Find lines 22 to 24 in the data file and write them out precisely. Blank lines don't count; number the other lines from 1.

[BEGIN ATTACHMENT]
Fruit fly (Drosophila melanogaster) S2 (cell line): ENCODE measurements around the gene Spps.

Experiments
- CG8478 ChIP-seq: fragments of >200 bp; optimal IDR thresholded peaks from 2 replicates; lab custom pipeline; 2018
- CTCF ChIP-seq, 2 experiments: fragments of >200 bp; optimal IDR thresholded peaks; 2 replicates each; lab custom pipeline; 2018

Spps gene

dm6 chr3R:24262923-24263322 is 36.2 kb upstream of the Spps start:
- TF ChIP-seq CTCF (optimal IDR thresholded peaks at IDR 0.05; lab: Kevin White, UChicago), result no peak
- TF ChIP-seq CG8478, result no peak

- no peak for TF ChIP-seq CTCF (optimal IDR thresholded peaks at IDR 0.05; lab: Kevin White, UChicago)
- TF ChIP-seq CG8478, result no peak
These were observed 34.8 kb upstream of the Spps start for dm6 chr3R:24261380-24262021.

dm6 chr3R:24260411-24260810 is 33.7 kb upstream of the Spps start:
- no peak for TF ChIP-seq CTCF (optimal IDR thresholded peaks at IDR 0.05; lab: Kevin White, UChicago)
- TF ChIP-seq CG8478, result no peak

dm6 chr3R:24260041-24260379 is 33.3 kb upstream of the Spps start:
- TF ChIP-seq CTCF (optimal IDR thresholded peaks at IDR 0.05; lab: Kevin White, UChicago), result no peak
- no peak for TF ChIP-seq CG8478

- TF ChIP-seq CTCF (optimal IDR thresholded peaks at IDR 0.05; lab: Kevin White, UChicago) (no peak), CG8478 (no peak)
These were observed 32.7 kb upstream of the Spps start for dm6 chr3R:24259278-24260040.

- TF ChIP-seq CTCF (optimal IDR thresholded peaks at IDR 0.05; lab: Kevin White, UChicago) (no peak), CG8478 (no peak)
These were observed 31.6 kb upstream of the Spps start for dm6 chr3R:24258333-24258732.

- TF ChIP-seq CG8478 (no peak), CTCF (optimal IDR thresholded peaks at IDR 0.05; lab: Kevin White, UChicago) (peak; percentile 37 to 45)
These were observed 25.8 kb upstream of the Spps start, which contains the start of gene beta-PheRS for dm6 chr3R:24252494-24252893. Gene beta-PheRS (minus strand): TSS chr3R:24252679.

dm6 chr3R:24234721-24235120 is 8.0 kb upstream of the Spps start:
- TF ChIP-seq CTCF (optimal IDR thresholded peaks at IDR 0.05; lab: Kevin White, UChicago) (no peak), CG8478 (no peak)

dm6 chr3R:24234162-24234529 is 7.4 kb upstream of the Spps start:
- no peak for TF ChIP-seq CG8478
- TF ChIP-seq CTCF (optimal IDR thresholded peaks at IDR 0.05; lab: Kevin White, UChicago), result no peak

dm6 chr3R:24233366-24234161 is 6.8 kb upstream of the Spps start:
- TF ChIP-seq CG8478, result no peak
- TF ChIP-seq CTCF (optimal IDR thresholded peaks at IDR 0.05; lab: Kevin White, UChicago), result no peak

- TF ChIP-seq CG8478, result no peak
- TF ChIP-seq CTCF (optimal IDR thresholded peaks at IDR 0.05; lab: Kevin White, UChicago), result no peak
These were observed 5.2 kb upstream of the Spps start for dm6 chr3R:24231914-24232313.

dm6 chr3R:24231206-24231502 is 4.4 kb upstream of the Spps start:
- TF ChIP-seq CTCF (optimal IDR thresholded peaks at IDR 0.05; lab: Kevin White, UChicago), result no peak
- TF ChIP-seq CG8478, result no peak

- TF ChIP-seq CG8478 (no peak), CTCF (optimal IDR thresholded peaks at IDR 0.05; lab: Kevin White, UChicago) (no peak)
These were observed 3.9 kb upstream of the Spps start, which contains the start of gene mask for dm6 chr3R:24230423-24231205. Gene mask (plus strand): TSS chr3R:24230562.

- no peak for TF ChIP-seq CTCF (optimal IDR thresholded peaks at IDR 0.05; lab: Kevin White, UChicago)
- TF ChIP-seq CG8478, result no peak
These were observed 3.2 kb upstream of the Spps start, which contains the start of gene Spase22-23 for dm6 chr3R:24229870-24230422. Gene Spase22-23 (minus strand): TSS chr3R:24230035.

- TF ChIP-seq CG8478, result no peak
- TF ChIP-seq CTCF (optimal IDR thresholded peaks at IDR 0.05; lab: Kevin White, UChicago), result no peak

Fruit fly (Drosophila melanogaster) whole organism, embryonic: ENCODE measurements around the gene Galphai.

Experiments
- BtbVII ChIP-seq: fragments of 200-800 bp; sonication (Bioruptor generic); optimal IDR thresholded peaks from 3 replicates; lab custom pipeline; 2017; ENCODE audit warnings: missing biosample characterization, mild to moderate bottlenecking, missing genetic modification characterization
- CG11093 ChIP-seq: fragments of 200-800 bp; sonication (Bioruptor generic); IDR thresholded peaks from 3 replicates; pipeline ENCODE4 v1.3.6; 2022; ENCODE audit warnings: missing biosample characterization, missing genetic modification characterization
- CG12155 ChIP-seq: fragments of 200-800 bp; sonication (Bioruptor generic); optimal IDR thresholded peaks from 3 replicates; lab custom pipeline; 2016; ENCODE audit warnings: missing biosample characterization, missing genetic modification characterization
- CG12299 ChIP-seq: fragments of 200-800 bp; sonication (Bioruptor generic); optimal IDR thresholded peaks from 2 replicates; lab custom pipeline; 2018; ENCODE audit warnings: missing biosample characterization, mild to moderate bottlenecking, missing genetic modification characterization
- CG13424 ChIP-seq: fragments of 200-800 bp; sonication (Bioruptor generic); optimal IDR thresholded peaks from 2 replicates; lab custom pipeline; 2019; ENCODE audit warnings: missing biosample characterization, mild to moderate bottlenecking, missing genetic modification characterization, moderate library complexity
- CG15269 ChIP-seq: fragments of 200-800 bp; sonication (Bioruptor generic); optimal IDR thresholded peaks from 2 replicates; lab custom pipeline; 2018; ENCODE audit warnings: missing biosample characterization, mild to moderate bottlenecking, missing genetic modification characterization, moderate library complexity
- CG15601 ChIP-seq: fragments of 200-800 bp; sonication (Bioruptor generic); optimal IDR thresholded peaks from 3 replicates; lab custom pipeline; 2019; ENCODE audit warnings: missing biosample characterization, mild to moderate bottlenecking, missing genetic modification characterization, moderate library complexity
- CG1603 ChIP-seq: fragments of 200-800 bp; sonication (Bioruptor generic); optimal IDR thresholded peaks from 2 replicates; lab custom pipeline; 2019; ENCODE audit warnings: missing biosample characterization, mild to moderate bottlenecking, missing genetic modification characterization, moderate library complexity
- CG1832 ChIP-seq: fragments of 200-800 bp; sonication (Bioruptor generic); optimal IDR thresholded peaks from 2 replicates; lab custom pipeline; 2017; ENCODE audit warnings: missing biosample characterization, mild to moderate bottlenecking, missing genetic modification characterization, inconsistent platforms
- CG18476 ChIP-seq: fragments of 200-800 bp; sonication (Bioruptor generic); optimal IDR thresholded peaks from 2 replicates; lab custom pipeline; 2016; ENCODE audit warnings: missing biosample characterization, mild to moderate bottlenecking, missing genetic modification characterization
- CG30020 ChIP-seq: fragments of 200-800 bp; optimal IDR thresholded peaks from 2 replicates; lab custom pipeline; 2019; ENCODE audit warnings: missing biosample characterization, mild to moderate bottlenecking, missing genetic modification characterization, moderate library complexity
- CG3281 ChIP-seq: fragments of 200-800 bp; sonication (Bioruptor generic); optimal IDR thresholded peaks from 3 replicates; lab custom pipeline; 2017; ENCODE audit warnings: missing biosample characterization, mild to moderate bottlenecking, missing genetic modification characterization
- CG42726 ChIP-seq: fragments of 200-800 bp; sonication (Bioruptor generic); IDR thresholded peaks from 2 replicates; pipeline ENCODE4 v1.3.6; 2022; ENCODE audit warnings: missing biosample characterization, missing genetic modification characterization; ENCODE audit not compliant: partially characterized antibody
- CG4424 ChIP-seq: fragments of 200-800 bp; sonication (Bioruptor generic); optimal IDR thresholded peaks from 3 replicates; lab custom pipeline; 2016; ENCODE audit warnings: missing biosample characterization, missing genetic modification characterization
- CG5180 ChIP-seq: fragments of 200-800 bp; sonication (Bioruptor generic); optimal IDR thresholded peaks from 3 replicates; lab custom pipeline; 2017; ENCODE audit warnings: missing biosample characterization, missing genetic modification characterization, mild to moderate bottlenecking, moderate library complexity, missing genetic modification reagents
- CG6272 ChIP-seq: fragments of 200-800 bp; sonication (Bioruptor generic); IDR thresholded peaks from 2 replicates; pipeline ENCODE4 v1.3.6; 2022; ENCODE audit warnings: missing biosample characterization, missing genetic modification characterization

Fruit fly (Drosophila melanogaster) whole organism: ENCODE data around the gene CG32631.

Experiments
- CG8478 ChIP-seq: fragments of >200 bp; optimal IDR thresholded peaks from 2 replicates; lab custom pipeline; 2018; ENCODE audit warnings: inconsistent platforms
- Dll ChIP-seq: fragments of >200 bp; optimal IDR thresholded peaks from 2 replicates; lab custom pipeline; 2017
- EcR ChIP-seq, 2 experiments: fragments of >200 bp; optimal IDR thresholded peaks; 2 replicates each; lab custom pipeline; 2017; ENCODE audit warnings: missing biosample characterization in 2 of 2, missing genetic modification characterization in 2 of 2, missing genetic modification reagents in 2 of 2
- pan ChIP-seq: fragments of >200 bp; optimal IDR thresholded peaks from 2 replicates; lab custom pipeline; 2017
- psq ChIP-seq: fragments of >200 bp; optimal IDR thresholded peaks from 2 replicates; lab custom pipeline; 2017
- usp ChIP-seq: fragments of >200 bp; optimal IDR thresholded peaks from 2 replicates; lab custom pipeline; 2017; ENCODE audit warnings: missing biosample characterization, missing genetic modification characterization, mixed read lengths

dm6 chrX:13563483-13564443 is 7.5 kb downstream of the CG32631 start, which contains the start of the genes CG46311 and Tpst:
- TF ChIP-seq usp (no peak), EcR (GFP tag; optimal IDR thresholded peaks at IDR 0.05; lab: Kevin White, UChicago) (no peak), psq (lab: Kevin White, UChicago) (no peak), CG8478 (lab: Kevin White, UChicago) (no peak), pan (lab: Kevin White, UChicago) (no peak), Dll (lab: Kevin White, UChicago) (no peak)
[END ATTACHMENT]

- TF ChIP-seq CG8478 (no peak), CTCF (optimal IDR thresholded peaks at IDR 0.05; lab: Kevin White, UChicago) (peak; percentile 37 to 45)
These were observed 25.8 kb upstream of the Spps start, which contains the start of gene beta-PheRS for dm6 chr3R:24252494-24252893. Gene beta-PheRS (minus strand): TSS chr3R:24252679.

dm6 chr3R:24234721-24235120 is 8.0 kb upstream of the Spps start: